IndieGames' readers seemed pretty excited about Home's trailer that warns no play through will "end well" along with the game's narrative that adapts to choices made. Readers also got pretty worked up over another indie developer releasing boxed copies of his games, so I asked Rivers about his bold move to box Home.

While Rivers had previously done contract work or freeware releases, Home is his first commercial release. Even so, he felt the box set is important because of the design concept that defines Home. Rivers tells IndieGames, "I gave a talk at last year's Gamercamp regarding what I call 'ambient narrative' -- that combination of elements in a game that hints at background, history and context, clues that an eager player will pick up on and use to flesh out a game world in his/her own mind."

Sonic The Hedgehog 2 HD Fan Remake Discontinued

April 25, 2012 12:00 PM | Danny Cowan

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Development has ceased for Sonic the Hedgehog 2 HD, a fan-created PC remake for Sega's 16-bit platformer that saw a demo release earlier this year.

An update at the project's Facebook page cites the loss of key staff members and "internal conflicts" as reasons for the cancellation, as the team's former lead programmer refused to share source code needed to continue development.

Last month's demo release was initially met with an enthusiastic reception among fans, followed by widespread criticism due to its inclusion of DRM and a suspected keylogger trojan. The remake was never in a publicly playable state beyond the game's first zone.

"Hopefully, another group in the Sonic community will pick up the torch and go forward with the vision we had over a year ago -- not just creating a Sonic 2 remake, but creating entirely original content," project leader Vincent writes.

RE: Get To Schol On Time Released Via Desura, Demo Version Now Available

April 25, 2012 10:00 AM | Danny Cowan

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Spiceworx's infinitely strange RE: Get To Schol On Time is now available for Windows via Desura. A Flash demo version can be played at Mochigames.

RE: Get To Schol On Time defies description, offering challenges that range from side-scrolling nightmares to Hollywood actor-assisted art instruction. It may be my imagination, but it seems as though the difficulty has been toned down in comparison to the original Xbox Live Indie Games release -- a good change, as this one definitely deserves to be played through to the end.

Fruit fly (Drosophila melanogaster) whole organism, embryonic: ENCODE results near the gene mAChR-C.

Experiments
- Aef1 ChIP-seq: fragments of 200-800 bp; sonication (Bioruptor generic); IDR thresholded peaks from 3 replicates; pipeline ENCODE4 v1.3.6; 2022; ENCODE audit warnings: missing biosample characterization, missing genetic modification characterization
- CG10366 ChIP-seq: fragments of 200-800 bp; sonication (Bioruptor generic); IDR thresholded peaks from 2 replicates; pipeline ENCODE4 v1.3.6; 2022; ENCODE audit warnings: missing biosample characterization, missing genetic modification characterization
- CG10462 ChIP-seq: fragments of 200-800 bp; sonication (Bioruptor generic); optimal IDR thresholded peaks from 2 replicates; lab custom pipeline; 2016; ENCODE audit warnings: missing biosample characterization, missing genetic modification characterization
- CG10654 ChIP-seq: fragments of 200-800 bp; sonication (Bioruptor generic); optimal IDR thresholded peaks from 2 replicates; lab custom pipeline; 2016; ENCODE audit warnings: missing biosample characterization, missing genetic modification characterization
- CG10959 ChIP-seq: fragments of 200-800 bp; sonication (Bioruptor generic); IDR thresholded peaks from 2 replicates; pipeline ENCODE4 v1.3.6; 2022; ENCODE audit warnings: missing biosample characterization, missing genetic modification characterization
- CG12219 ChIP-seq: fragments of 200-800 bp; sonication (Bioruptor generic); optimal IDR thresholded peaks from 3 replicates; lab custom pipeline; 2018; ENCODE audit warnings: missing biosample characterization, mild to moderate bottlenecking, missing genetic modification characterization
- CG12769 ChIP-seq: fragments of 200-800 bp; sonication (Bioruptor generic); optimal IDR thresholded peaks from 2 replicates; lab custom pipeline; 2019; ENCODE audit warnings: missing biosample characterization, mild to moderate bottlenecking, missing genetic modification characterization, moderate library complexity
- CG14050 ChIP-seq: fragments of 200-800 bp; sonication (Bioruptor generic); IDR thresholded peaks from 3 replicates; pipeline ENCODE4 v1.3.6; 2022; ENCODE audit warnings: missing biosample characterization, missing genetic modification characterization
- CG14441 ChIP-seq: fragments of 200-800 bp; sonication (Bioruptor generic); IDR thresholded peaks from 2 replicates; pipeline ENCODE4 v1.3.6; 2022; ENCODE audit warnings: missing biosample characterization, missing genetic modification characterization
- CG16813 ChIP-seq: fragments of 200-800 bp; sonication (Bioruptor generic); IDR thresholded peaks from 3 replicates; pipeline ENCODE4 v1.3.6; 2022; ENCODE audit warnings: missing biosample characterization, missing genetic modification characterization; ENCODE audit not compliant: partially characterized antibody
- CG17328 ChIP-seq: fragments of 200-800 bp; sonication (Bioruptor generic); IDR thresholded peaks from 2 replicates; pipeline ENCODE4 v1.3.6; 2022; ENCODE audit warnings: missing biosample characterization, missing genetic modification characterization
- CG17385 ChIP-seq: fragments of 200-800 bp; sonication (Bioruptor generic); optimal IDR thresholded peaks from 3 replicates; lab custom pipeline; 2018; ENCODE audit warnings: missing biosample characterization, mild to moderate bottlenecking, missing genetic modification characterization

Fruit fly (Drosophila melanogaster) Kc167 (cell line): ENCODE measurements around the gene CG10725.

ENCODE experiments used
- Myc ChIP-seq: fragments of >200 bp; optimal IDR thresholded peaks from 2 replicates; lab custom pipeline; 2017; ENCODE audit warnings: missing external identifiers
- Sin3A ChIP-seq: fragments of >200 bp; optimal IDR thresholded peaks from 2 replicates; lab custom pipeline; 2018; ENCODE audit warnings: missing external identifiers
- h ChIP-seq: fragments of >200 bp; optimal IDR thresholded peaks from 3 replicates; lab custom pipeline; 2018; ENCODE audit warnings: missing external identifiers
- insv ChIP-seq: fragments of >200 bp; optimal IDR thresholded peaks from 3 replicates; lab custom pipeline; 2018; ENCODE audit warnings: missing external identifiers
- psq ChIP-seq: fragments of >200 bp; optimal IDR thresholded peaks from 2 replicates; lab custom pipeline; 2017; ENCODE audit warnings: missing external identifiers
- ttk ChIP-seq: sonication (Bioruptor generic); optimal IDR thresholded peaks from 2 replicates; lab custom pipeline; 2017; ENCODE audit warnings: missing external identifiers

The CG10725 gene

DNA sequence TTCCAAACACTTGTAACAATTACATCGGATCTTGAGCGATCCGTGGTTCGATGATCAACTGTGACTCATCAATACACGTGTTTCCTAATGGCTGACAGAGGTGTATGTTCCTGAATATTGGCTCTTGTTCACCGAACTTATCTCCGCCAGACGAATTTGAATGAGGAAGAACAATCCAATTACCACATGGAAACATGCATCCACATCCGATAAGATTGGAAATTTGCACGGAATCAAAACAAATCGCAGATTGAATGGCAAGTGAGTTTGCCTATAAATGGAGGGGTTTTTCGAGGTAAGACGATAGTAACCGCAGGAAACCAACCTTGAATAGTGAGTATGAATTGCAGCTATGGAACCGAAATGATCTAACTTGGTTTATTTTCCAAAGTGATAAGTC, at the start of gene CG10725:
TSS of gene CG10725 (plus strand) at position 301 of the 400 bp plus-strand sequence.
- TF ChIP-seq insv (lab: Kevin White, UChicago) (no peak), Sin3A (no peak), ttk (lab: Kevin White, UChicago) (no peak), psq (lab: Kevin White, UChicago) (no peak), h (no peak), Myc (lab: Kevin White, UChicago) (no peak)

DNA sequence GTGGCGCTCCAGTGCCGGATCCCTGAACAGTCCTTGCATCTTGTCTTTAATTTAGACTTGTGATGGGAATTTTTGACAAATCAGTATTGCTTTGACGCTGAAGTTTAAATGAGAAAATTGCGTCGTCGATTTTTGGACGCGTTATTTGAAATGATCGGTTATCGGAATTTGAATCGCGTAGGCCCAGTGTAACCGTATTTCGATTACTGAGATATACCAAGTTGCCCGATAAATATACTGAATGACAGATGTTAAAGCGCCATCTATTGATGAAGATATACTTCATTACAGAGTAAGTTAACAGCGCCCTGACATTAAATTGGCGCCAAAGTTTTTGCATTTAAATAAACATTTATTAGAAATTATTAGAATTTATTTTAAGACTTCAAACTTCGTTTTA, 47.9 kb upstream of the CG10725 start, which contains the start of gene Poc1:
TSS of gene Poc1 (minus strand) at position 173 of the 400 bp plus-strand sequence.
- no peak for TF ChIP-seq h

RE: Get To Schol On Time is priced at $2.99, and includes a downloadable soundtrack with purchase. A 99-cent iOS version is also available.

Browser Game Pick: Gunbrick (Nitrome)

April 25, 2012 7:30 AM | Steve Cook

gunbrick.png Gunbrick is a puzzler, in which you control a brick that can roll at 90 degree angles. The front of your brick has a gun that can be used to propel yourself in the opposite direction, destroy blocks and activate switches. The rear of your brick can be used to shield yourself from dangers such as bullets and fire.

There's some well thought out level design, a lot of polish and unlike some Nitrome releases, Gunbrick lets you discover the game mechanics for yourself.

It can be played in a tiny window on Nitrome's front page, which I could only barely manage to see, or full size with lovely chunky pixels.

A Valley Without Wind Launched

April 25, 2012 5:00 AM | Konstantinos Dimopoulos / Gnome


It stayed over a year in beta, but, finally, A Valley Without Wind has been launched and is now available on everything from Steam and GamersGate to the MacGameStore and IndieCity. What's more, the game can be bought for 10% off during its launch week and you can sample its procedurally generated, open world, side-scrolling delights with the help of this hefty demo.

As is always the case with Arcen Games, I would expect the rather brilliant and already impressively deep AVWW 1.0 to keep evolving for the next few years, until it probably becomes a huge and stunning Metroidvania-eqsue entity that goes on to consume the planet.

Freeware Game Pick: Inside My Radio (Turbo Dindon)

April 25, 2012 2:00 AM | John Polson

insidemyradio2_thumb.pngTake some visual cues from Stealth Bastard and rhythmic platforming from Beat Sneak Bandit, remove the sneakiness, and you have the hypnotic Windows-compatible freeware title, Inside My Radio. Four developers came together to create for the 72-hour Ludum Dare 23 jam a game where you control a guy who must keep the rhythm inside a tiny-world-like boom box.

While somewhat like Beat Sneak Bandit, not all of your movements are tied to the rhythm. Players can walk left or right free of the beat; (wall) jumping and dashing must be timed, though, to get through the challenging platforming sections. Thankfully, this twitchy rhythm platformer has multiple save points, since you'll drop lives like Joachim Neuville drops an infectious, heavy beat. For those with no speakers or headphones or those who need the game to be more accessible, the developers have built a visual beat gauge that shows when to jump or dash (hit F1 to display it).